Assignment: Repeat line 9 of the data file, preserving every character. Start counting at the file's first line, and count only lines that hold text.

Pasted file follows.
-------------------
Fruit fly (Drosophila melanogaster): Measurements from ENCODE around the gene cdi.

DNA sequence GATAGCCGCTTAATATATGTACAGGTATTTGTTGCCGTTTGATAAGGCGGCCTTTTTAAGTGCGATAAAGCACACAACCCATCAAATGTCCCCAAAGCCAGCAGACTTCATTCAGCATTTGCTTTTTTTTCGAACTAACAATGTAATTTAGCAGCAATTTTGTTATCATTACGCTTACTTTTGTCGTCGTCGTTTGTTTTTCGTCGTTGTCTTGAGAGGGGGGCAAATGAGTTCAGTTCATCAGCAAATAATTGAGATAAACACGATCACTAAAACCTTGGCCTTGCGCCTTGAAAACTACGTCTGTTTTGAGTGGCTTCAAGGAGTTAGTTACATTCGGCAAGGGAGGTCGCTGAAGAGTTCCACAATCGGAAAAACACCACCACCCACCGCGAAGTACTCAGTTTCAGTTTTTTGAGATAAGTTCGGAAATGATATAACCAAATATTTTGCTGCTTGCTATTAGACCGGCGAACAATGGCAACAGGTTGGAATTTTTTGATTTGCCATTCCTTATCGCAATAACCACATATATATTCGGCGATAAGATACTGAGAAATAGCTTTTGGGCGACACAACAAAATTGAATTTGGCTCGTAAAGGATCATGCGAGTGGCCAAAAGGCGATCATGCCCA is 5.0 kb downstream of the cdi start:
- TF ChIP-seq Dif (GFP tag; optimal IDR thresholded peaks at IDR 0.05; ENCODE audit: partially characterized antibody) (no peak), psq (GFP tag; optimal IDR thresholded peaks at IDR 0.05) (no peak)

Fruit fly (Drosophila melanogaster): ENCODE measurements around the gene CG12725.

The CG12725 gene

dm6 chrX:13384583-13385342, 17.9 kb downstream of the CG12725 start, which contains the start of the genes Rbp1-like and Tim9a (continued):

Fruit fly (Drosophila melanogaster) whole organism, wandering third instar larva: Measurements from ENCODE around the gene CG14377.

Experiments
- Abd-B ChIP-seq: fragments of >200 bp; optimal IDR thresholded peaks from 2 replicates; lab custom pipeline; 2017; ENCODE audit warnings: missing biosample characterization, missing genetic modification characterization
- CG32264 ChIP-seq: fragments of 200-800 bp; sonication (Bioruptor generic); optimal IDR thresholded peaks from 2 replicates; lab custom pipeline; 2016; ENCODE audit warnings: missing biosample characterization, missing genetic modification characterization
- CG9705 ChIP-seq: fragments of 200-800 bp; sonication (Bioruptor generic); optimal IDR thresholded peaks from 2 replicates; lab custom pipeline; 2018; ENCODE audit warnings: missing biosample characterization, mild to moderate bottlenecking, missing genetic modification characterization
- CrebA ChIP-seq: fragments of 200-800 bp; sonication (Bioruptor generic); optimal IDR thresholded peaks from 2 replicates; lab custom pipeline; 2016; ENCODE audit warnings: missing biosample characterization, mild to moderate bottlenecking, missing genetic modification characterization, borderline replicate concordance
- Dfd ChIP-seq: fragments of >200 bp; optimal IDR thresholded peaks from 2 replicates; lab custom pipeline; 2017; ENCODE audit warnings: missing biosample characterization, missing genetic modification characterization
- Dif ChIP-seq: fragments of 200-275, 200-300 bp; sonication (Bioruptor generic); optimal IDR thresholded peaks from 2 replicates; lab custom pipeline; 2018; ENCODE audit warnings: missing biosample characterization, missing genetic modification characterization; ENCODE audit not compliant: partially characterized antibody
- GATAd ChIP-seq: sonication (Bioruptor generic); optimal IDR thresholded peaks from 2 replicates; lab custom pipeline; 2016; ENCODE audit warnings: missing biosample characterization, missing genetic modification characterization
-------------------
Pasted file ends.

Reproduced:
- Abd-B ChIP-seq: fragments of >200 bp; optimal IDR thresholded peaks from 2 replicates; lab custom pipeline; 2017; ENCODE audit warnings: missing biosample characterization, missing genetic modification characterization